Are You a Risky Drinker?
Alcoholism Only Small Part of U.S. Alcohol Abuse, Experts Say
What Is Risky Drinking? continued...
Safe drinking means not exceeding the recommended number of drinks. It isn't safe drinking if you drink to reach a certain effect, Schuckit says.
"A variety of things contribute to risky drinking," he notes. "One is the hollow leg -- the relative resistance to alcohol. People who are resistant to the effects of alcohol will drink more and hang out with people who drink more. So setting limits would control alcoholism."
At first, drinking makes a person feel good. After too much risky drinking, a person doesn't feel good until he or she has a drink.
"People say it doesn't feel good anymore, but I can't stop," Willenbring says. "At this point, people are not drinking to get high anymore. They are drinking to reduce stress. Once these changes occur, they may be permanent."
Current Treatment Inadequate
The health care system is failing people with drinking problems, Willenbring says.
"Only 24% of those who have ever had alcohol dependency seek treatment," he notes. "Only 12% of those who seek it ever receive any form of treatment. It is disconnected from mainstream health care. And reimbursement is almost impossible to obtain."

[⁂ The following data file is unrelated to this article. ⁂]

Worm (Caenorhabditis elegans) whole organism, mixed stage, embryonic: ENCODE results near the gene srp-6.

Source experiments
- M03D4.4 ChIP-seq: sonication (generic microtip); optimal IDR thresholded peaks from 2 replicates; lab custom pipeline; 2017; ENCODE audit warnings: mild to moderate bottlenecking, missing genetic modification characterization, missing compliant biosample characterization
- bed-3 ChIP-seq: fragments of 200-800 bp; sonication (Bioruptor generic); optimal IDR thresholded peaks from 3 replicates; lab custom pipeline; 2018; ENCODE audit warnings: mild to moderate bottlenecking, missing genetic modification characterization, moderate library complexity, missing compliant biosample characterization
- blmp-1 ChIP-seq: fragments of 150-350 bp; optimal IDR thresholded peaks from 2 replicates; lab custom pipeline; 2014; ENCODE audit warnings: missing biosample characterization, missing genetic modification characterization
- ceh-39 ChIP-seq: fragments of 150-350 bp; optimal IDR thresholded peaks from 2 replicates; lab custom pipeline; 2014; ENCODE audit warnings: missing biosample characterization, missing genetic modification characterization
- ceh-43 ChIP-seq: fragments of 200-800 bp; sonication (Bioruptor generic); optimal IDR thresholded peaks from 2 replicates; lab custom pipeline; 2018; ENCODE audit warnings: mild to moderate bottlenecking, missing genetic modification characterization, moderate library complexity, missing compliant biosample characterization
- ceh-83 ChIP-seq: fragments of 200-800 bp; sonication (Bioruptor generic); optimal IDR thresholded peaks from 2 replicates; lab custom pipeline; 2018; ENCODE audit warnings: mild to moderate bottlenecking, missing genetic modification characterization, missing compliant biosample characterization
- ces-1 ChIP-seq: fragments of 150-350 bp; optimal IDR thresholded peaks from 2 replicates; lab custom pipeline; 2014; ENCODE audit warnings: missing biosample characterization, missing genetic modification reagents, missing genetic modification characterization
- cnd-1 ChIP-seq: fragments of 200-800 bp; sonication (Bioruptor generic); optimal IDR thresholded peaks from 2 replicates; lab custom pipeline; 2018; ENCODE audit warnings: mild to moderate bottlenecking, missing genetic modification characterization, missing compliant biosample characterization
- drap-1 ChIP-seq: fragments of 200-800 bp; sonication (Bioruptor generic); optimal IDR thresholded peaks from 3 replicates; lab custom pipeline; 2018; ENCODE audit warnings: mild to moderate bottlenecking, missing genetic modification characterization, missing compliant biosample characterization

Even when people get treatment -- and can pay for it -- it's usually not good enough.
"Minimum standards for treatment of alcohol disorders are met only 11% of the time," he says. "That's the worst of all major causes of death in the U.S."
In fact, it's the worst treated of all major medical conditions, reports panelist Eric Goplerud, PhD, professor of health policy at George Washington University School of Public Health in Washington, D.C.
The findings come from a new study, released today, based on data from 64 health plans in 24 states covering 10 million Americans.
"The quality of care for alcohol disorders was 25th out of 25 conditions," Goplerud says. "Not only was alcohol treatment 25th nationally, it was 25th in every one of 12 communities looked at individually."
Goplerud notes that 8% of working people have an alcohol abuse disorder. But health plans report that only 1% of their members get diagnosed and receive alcohol-related services.
The findings, he says, aren't meant to put health care providers and payers in a bad light. They're meant to point the way to better care.
"The first couple of years we looked at diabetes care, health plans did a lousy job," Goplerud says. "It was the same thing with asthma and with heart disease. But they improved over time. We think the same thing will help with alcohol as people realize the quality of treatment for alcohol dependence has to get better."
How can treatment get better?
"Right now, treatment of alcoholism in this country is seen as something done via mutual support and self-help, not through health care," Goplerud says. "And there is substantial stigma. But we are only just now developing medical treatments that are as helpful as mutual support and self-help."